Over the years, there have been lots of changes in the training of health professionals as well as changes and challenges in their work settings. In addition there has been increase in the prevalence of chronic diseases such as HIV and non-communicable diseases, longer treatment duration and disease and drug related complications and interactions which require IPP for effective management. Our findings are in agreement with previous reports that make the case for strengthened IPE and IPP as a tool for achieving the “triple aim” of better patient care, better health outcomes and more efficient and affordable education and health care systems [14] as solutions to healthcare challenges in Uganda and Africa [15]. Recommendations from expert panels include ethics for IPP as a core competence for collaborative practice and several universities are currently implementing the student-centered, problem based and integrated learning model and IPE to facilitate health professions students’ acquisition of these competencies [7]. The IPE approach allows students from two or more professions to learn about, from and with each other and prepares them for future IPP [14]. In Uganda, some trainers including a consortium of Uganda medical schools and the Medical Education Partnership for Equitable Services to all Ugandans (MEPI) identified ethics and professionalism among others as key gaps in ideal graduate competencies required to address the health needs in the country [9, 16] and have already initiated some innovative strategies to address these gaps. It is hoped that strengthening these innovative strategies will enhance development of competencies for ethics and professionalism [9, 17].

Our analysis highlights several challenges in implementing IPE and IPP, however, many of them are logistical and can be solved if the leaders and health professionals are strongly committed to better health care. A critical message is the issue of role models and leaders, good planning and training of implementers, as well as commitment from all stakeholders. The findings are in agreement with a previous exploratory study at MakCHS which described the formal curriculum of teaching professionalism as being inadequate while the hidden and informal curricula plays a critical role in learning. In that study, students identified role models as being essential to their development of professionalism and emphasized the need for appropriate role modelling [18]. A needs assessment for mentorship conducted at MakCHS revealed almost similar challenges [19]. These reports have caused enhanced efforts to expand mentorship at MakCHS with establishment of a formal mentorship program with the hope for improved career, ethics and professional development and training.

Conclusion

Our findings demonstrate that IPE, IPP, ethics and professionalism are part of the existing curricula at MakCHS, however, they are emphasized in the pre-clinical years of study and less implemented in the clinical years of study. Several logistical challenges affect implementation of IPE and IPP for training in ethics and professionalism. We recommend increased sensitization and training on the concepts of IPE and IPP plus enhanced mentorship for both students and teaching health professionals. Innovative strategies of implementation of IPE and IPP for training in ethics and professionalism must be introduced in the training curricula of health professionals at MakCHS.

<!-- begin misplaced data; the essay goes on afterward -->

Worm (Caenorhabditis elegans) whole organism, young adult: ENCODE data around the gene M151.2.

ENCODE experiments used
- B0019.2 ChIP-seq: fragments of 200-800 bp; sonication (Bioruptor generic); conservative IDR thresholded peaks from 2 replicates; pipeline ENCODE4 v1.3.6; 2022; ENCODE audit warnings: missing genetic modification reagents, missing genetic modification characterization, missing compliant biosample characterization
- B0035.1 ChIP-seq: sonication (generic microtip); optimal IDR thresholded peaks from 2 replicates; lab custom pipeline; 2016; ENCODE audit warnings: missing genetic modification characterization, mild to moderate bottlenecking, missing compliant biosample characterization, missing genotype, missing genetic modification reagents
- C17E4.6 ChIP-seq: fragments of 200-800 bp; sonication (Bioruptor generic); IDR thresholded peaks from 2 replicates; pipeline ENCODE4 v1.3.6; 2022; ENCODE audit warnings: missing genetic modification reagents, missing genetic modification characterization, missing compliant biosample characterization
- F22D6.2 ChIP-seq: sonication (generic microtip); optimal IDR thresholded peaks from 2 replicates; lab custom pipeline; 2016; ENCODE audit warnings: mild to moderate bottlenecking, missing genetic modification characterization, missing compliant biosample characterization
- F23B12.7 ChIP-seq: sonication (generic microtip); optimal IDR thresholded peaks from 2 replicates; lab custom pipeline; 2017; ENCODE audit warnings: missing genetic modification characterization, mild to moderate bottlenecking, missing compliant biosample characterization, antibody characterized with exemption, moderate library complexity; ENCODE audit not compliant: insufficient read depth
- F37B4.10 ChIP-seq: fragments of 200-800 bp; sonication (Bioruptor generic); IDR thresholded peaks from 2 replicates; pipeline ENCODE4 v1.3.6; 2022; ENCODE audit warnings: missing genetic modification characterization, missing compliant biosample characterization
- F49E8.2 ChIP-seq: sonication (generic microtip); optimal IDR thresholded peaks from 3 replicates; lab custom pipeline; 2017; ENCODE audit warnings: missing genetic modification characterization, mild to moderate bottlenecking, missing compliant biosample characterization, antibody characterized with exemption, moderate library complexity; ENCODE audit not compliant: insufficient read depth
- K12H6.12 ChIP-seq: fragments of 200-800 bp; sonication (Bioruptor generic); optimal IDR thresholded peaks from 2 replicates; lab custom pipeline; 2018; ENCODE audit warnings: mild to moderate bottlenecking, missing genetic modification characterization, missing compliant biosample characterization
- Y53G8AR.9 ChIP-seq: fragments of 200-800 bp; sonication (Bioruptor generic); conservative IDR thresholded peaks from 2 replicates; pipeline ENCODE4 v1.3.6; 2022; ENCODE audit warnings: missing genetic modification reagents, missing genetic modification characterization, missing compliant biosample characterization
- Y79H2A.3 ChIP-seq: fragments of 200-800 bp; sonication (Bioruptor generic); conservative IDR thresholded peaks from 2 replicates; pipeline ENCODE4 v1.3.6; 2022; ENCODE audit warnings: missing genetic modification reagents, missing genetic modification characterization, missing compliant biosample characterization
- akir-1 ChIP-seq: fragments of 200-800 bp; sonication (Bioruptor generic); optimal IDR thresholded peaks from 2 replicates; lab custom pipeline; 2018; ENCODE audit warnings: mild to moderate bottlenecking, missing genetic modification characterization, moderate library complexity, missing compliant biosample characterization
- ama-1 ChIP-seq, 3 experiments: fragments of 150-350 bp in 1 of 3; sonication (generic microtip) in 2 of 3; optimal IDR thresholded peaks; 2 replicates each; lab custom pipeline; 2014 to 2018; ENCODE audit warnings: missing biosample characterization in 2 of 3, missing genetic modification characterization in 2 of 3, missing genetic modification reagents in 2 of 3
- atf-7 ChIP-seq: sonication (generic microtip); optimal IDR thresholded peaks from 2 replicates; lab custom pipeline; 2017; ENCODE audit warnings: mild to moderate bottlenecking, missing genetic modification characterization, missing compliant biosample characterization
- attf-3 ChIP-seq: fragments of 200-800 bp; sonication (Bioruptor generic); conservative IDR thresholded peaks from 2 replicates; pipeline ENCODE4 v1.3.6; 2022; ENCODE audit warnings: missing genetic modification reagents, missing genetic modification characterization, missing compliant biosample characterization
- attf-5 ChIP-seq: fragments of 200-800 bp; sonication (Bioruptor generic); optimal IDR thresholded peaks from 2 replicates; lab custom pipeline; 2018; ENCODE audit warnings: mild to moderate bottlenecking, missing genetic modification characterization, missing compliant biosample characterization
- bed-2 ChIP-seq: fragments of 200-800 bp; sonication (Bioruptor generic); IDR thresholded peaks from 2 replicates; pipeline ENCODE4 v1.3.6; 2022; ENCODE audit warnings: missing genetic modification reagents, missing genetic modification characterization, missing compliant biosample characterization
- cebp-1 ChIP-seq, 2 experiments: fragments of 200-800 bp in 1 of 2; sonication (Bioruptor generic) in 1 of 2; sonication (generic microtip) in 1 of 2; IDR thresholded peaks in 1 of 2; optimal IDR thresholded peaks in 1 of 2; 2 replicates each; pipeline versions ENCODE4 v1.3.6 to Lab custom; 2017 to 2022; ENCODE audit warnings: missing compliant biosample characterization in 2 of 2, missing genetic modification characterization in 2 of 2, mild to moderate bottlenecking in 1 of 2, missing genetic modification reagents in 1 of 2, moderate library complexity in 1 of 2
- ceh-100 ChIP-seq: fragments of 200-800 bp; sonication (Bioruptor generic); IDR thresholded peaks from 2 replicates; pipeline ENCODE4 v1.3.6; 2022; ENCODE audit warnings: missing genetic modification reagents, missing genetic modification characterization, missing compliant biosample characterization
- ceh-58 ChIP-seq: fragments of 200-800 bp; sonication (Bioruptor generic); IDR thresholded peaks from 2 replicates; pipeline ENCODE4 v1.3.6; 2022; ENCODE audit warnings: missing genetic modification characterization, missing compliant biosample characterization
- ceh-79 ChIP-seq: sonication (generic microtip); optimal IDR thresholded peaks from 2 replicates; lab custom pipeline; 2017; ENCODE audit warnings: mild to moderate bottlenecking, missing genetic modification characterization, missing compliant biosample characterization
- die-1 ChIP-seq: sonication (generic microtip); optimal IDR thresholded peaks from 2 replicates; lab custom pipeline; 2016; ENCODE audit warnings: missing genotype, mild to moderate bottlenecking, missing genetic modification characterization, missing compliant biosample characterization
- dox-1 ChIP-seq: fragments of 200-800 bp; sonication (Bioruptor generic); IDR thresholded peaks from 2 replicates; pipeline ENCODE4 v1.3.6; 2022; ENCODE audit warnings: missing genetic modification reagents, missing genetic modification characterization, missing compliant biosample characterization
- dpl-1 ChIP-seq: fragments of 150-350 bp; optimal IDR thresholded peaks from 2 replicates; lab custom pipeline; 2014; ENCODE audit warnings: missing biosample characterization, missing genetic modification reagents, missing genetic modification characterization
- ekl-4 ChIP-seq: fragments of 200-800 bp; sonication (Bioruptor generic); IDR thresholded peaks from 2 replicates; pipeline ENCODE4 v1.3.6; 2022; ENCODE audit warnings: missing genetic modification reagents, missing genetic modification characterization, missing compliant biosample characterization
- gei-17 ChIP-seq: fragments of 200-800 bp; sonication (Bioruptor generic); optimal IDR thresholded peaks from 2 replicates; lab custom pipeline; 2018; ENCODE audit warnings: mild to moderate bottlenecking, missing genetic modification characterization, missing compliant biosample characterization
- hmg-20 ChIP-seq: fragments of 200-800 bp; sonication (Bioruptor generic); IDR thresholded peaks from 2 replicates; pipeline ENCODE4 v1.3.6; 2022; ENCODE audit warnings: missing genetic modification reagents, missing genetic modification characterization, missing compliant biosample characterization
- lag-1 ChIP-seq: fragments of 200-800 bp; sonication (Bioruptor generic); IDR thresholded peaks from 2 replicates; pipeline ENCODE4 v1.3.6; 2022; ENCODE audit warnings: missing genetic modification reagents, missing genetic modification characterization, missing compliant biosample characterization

Abbreviations

IPE: 

inter-professional education

IPP: 

inter-professional practice

MakCHS: 

Makerere College of Health Sciences

Declarations

Authors’ contributions

PBK, AK, RB, FK, RNC and NKS participated in the conception of the study. CM and PB performed the data analysis and interpretation of the results. PBK drafted the manuscript. NKS provided leadership to the conception of the study and interpretation of results. All authors read and approved the final manuscript.

Acknowledgements

This work was made possible by Medical Education for Equitable Services to All Ugandans a Medical Education Partnership Initiative grant number 5R24TW008886 from the Office of Global AIDS Coordinator and the U. S. Department of Health and Human Services, Health Resources and Services Administration and National Institutes of Health. Its contents are solely the responsibility of the authors and do not necessarily represent the official views of the government. The authors acknowledge the MakCHS faculty members and students who participated in this study. The authors acknowledge administrative support provided by Joy Kisembo from the Department of Dentistry, MakCHS.

Competing interests

The authors declare that they have no competing interests.

Open AccessThis article is distributed under the terms of the Creative Commons Attribution 4.0 International License (http://creativecommons.org/licenses/by/4.0/), which permits unrestricted use, distribution, and reproduction in any medium, provided you give appropriate credit to the original author(s) and the source, provide a link to the Creative Commons license, and indicate if changes were made. The Creative Commons Public Domain Dedication waiver (http://creativecommons.org/publicdomain/zero/1.0/) applies to the data made available in this article, unless otherwise stated.

Authors’ Affiliations

(1)
Department of Medicine, School of Medicine, Makerere University College of Health Sciences, P.O. Box 7072, Kampala, Uganda
(2)
School of Health Sciences, Makerere University College of Health Sciences, Kampala, Uganda
(3)
School of Biomedical Sciences, Makerere University College of Health Sciences, Kampala, Uganda
(4)
School of Public Health, Makerere University College of Health Sciences, Kampala, Uganda

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© Byakika-Kibwika et al. 2015